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January 23, 2018 

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WILLINGNESS TO PAY: The price or dollar amount that someone is willing to give up or pay to acquire a good or service. Willingness to pay is the source of the demand price of a good. However, unlike demand price, in which buyers are on the spot of actually giving up the payment, willingness to pay does not require an actual payment. This concept is important to benefit-cost analysis, welfare economics, and efficiency criteria, especially Kaldor-Hicks efficiency. A related concept is willingness to accept.

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THIRD RULE OF INEQUALITY: The third of seven basic rules of the economy. It is a fact of life that resources, income, and wealth are not equally distributed. Some people have more and some people have less. Why is this so? We can look to the age-old distinction between nature and nurture for insight. On the nature side, some people are born with more talents, abilities and intelligence than others, which they use to gain ownership and control of income-generating and wealth-producing resources. On the nurture side, some people work harder to develop skills, acquire education, and uncover opportunities that lead to ownership and control of income-generating and wealth-producing resources (human capital).

     See also | seven rules | resources | income | wealth | income distribution | wealth distribution | ownership and control | equity | education | human capital |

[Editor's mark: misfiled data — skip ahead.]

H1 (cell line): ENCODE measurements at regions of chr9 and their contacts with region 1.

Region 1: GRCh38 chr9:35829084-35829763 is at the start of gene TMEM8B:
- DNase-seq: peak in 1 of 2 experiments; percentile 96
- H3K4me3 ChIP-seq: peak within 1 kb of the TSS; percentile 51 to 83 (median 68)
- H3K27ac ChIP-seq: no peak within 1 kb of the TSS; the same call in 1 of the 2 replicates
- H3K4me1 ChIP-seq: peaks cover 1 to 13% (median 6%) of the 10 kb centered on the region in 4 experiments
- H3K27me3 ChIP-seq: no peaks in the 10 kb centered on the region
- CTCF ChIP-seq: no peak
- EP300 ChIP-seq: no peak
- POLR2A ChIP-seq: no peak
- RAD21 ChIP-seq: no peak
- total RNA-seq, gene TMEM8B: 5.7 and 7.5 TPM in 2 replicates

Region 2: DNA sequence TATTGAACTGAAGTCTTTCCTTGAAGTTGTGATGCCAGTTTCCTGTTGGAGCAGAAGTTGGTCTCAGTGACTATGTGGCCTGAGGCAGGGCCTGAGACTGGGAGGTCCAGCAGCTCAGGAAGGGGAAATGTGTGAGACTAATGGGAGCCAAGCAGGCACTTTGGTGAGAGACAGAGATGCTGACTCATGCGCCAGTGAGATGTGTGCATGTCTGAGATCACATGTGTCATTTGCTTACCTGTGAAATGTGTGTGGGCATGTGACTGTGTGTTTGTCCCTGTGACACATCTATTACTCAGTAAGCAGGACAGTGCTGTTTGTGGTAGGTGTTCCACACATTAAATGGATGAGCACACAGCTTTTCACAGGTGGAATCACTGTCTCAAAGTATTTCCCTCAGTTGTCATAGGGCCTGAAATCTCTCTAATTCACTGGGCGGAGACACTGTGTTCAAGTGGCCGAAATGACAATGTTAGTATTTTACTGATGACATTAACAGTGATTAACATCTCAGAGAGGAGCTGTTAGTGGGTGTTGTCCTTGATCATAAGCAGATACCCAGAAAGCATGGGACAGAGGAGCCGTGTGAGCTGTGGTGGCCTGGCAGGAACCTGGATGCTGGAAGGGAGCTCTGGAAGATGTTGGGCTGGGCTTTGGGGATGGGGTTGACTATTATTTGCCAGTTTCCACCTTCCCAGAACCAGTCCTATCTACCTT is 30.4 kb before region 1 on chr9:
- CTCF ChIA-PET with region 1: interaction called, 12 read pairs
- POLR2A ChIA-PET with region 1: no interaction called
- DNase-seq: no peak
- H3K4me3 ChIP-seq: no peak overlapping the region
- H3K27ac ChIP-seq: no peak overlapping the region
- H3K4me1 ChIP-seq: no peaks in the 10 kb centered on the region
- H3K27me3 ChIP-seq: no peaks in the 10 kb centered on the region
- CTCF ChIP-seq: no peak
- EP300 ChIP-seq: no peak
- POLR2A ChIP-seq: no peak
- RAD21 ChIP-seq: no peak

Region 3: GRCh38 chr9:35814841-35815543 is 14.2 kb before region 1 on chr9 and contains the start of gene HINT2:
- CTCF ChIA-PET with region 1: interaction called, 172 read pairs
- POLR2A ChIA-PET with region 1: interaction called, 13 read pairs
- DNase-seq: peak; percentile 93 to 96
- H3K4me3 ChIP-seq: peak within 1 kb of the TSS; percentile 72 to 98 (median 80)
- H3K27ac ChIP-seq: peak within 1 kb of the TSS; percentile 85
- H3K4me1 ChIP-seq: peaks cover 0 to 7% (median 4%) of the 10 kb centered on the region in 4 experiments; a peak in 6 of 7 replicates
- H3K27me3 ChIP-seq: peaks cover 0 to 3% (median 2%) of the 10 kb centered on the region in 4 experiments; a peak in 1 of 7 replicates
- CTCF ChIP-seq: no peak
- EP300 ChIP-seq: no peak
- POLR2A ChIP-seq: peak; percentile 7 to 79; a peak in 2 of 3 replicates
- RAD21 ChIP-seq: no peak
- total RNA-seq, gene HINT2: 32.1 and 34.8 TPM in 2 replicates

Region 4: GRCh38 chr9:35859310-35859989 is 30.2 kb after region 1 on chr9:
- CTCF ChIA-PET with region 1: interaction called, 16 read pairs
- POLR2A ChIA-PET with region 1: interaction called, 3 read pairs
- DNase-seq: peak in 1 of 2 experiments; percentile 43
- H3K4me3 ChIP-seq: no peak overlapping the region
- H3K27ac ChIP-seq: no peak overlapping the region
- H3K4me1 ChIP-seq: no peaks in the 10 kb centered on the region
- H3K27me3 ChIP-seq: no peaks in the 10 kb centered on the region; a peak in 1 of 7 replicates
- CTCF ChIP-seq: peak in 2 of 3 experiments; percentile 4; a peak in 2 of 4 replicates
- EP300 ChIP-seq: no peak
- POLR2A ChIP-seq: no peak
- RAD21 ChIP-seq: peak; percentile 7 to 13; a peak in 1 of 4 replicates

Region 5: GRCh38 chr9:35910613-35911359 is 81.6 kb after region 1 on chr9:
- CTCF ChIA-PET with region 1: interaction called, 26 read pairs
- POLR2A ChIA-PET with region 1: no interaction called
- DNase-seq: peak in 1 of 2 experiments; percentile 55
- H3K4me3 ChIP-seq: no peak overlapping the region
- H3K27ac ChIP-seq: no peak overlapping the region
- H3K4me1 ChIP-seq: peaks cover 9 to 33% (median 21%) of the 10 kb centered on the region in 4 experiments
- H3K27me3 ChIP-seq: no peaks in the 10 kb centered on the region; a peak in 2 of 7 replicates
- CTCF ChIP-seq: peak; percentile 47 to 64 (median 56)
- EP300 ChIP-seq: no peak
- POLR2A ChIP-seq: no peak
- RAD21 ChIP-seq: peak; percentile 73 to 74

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INDETERMINANT

The directional change in a variable, resulting from the disruption of an equilibrium that is identified using comparative statics, is not known. This term is commonly used to indicate that the change in either price or quantity is unknown when the market experiences simultaneous shifts in both the demand and supply curves. For example, an increase in both demand and supply definitely cause an increase in the quantity exchanged. But whether the market price increases or decreases is indeterminant.

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Today, you are likely to spend a great deal of time searching the newspaper want ads seeking to buy either a travel case for you toothbrush or a looseleaf notebook binder. Be on the lookout for vindictive digital clocks with revenge on their minds.
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The first "Black Friday" on record, a friday marked by a major financial catastrophe, occurred on September 24, 1869 -- A FRIDAY -- when an attempted cornering of the gold market induced a financial crises and economy-wide depression.
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